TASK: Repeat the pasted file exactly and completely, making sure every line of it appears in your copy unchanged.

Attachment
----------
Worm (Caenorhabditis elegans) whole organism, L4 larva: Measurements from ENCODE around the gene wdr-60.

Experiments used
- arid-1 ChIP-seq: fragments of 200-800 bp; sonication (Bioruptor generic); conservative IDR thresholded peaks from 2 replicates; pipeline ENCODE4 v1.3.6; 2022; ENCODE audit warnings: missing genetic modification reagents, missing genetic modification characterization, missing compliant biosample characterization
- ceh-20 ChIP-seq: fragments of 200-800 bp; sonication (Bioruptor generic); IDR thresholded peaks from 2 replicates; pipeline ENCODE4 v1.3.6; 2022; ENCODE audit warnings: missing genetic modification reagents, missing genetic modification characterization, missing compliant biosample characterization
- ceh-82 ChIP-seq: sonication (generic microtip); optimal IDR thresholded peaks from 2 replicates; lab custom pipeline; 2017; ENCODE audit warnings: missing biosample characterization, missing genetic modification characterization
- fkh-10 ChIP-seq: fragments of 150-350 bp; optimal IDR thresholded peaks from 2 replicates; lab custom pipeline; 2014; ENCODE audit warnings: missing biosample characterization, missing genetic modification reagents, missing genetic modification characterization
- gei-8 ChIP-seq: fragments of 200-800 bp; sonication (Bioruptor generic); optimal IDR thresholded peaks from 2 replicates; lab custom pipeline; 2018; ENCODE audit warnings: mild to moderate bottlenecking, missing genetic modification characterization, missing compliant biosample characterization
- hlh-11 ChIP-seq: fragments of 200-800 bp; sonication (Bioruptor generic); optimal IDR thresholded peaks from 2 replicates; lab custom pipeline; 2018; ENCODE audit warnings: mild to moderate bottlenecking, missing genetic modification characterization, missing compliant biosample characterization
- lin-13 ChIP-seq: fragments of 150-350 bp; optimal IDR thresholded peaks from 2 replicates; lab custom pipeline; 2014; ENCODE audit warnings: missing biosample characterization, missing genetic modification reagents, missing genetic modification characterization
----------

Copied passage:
Worm (Caenorhabditis elegans) whole organism, L4 larva: Measurements from ENCODE around the gene wdr-60.

Experiments used
- arid-1 ChIP-seq: fragments of 200-800 bp; sonication (Bioruptor generic); conservative IDR thresholded peaks from 2 replicates; pipeline ENCODE4 v1.3.6; 2022; ENCODE audit warnings: missing genetic modification reagents, missing genetic modification characterization, missing compliant biosample characterization
- ceh-20 ChIP-seq: fragments of 200-800 bp; sonication (Bioruptor generic); IDR thresholded peaks from 2 replicates; pipeline ENCODE4 v1.3.6; 2022; ENCODE audit warnings: missing genetic modification reagents, missing genetic modification characterization, missing compliant biosample characterization
- ceh-82 ChIP-seq: sonication (generic microtip); optimal IDR thresholded peaks from 2 replicates; lab custom pipeline; 2017; ENCODE audit warnings: missing biosample characterization, missing genetic modification characterization
- fkh-10 ChIP-seq: fragments of 150-350 bp; optimal IDR thresholded peaks from 2 replicates; lab custom pipeline; 2014; ENCODE audit warnings: missing biosample characterization, missing genetic modification reagents, missing genetic modification characterization
- gei-8 ChIP-seq: fragments of 200-800 bp; sonication (Bioruptor generic); optimal IDR thresholded peaks from 2 replicates; lab custom pipeline; 2018; ENCODE audit warnings: mild to moderate bottlenecking, missing genetic modification characterization, missing compliant biosample characterization
- hlh-11 ChIP-seq: fragments of 200-800 bp; sonication (Bioruptor generic); optimal IDR thresholded peaks from 2 replicates; lab custom pipeline; 2018; ENCODE audit warnings: mild to moderate bottlenecking, missing genetic modification characterization, missing compliant biosample characterization
- lin-13 ChIP-seq: fragments of 150-350 bp; optimal IDR thresholded peaks from 2 replicates; lab custom pipeline; 2014; ENCODE audit warnings: missing biosample characterization, missing genetic modification reagents, missing genetic modification characterization